Tr. at 164. Dr. Hay concluded:

All in all, as a physician who has treated pain patients for almost 20 years, I find this woman to be appropriate, non-malingering and very real in her complaints of pain. She is unable to function in a work-related environment and has done everything any treating physician has asked her to do in attempting to get her better. Unfortunately, with the exception of medication management at present, these have been unable to resolve her pain and she is, as a result, left with incapacitating pain with this nonunion of the sacroiliac joint or "broken bone" that cannot be fixed, but only be palliated.


As a part of the appeal process, Dr. Mark Kaplan conducted an independent peer review of McCabe's case, which resulted in a report dated May 28, 2010. Dr. Kaplan indicated that he contacted Dr. Dirksmeier, but was unable to contact Dr. Hay, despite phoning his office four times. With regard to the former, Dr. Kaplan reported:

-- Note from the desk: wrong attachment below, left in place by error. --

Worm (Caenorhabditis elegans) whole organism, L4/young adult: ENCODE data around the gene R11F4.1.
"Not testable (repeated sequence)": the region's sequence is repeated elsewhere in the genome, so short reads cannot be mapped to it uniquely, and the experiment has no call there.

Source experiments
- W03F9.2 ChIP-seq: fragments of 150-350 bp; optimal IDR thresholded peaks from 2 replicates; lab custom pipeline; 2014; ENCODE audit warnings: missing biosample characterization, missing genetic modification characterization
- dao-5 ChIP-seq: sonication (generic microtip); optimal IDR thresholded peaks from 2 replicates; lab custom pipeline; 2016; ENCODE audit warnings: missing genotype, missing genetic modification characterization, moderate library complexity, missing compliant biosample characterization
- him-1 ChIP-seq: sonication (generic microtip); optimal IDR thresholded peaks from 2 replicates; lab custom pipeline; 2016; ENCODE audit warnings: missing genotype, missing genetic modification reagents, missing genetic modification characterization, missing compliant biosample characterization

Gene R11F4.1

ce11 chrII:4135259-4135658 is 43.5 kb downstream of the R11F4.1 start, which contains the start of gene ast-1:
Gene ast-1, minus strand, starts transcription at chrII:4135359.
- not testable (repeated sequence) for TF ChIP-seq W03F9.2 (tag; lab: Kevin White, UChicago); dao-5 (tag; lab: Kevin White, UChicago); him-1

I discussed the case at length with Dr. Dirksmeier.

The claimant is status post treatments including two surgeries as described above. She has no weight-bearing restriction. She does not use an assistive device when ambulating. Dr. Dirksmeier agreed that the claimant's impairment is that of pain without neurologic or other dysfunction.

AR at 148. By letter dated May 28, 2010, i.e., the date of his report, and sent by FAX on June 1, Dr. Kaplan forwarded the foregoing summary of his consultation with Dr. Dirksmeier to Dr. Dirksmeier for verification and correction, with a requested return within ten business days. In a FAX dated June 17, 2010, Dr. Dirksmeier corrected the summary to read:

I discussed the case at length with Dr. Dirksmeier. The claimant is status post treatments including two surgeries as described above. She has no weight-bearing restriction. She uses a cane when ambulating with increasing frequency. Dr. Dirksmeier agreed that the claimant's impairment is that of pain without neurologic dysfunction. She has significant functional limitations however. (See accompanying letter dated 2/4/10.)

AR at 118. The letter of February 4 to which Dr. Dirksmeier referred is among the documents listed in the "Summary of Medical Documentation" section of Dr. Kaplan's report.